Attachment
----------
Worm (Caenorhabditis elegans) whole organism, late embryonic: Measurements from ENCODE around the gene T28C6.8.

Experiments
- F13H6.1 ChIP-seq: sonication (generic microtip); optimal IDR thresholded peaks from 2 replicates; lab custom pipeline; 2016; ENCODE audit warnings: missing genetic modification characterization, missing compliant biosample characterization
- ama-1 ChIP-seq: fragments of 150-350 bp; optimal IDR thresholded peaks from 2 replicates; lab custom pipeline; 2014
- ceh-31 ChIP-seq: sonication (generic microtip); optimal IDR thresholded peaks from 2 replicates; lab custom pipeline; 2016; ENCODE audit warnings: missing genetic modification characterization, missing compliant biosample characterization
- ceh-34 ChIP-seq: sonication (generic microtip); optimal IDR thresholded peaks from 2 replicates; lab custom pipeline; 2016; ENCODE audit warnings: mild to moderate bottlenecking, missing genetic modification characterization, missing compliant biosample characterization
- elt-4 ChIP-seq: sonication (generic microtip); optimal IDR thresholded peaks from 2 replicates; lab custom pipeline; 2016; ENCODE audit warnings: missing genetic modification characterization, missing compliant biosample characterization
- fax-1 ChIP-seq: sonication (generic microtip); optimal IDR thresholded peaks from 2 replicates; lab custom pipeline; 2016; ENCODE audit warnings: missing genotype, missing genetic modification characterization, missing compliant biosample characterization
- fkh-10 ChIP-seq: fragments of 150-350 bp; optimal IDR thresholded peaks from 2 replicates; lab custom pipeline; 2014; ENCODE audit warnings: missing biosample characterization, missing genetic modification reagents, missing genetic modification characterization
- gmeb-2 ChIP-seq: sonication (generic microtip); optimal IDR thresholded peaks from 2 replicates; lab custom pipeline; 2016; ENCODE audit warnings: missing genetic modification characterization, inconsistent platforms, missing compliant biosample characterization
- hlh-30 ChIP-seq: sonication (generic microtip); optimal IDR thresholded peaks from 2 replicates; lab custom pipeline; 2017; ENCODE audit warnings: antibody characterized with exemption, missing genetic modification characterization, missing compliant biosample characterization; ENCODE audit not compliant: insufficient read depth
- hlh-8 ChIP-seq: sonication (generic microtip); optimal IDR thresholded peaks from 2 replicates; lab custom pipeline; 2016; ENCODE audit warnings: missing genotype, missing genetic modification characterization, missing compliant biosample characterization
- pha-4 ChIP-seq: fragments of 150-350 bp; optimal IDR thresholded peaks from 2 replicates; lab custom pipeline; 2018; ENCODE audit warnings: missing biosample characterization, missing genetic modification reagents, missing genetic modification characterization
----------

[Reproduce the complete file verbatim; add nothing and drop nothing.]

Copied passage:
Worm (Caenorhabditis elegans) whole organism, late embryonic: Measurements from ENCODE around the gene T28C6.8.

Experiments
- F13H6.1 ChIP-seq: sonication (generic microtip); optimal IDR thresholded peaks from 2 replicates; lab custom pipeline; 2016; ENCODE audit warnings: missing genetic modification characterization, missing compliant biosample characterization
- ama-1 ChIP-seq: fragments of 150-350 bp; optimal IDR thresholded peaks from 2 replicates; lab custom pipeline; 2014
- ceh-31 ChIP-seq: sonication (generic microtip); optimal IDR thresholded peaks from 2 replicates; lab custom pipeline; 2016; ENCODE audit warnings: missing genetic modification characterization, missing compliant biosample characterization
- ceh-34 ChIP-seq: sonication (generic microtip); optimal IDR thresholded peaks from 2 replicates; lab custom pipeline; 2016; ENCODE audit warnings: mild to moderate bottlenecking, missing genetic modification characterization, missing compliant biosample characterization
- elt-4 ChIP-seq: sonication (generic microtip); optimal IDR thresholded peaks from 2 replicates; lab custom pipeline; 2016; ENCODE audit warnings: missing genetic modification characterization, missing compliant biosample characterization
- fax-1 ChIP-seq: sonication (generic microtip); optimal IDR thresholded peaks from 2 replicates; lab custom pipeline; 2016; ENCODE audit warnings: missing genotype, missing genetic modification characterization, missing compliant biosample characterization
- fkh-10 ChIP-seq: fragments of 150-350 bp; optimal IDR thresholded peaks from 2 replicates; lab custom pipeline; 2014; ENCODE audit warnings: missing biosample characterization, missing genetic modification reagents, missing genetic modification characterization
- gmeb-2 ChIP-seq: sonication (generic microtip); optimal IDR thresholded peaks from 2 replicates; lab custom pipeline; 2016; ENCODE audit warnings: missing genetic modification characterization, inconsistent platforms, missing compliant biosample characterization
- hlh-30 ChIP-seq: sonication (generic microtip); optimal IDR thresholded peaks from 2 replicates; lab custom pipeline; 2017; ENCODE audit warnings: antibody characterized with exemption, missing genetic modification characterization, missing compliant biosample characterization; ENCODE audit not compliant: insufficient read depth
- hlh-8 ChIP-seq: sonication (generic microtip); optimal IDR thresholded peaks from 2 replicates; lab custom pipeline; 2016; ENCODE audit warnings: missing genotype, missing genetic modification characterization, missing compliant biosample characterization
- pha-4 ChIP-seq: fragments of 150-350 bp; optimal IDR thresholded peaks from 2 replicates; lab custom pipeline; 2018; ENCODE audit warnings: missing biosample characterization, missing genetic modification reagents, missing genetic modification characterization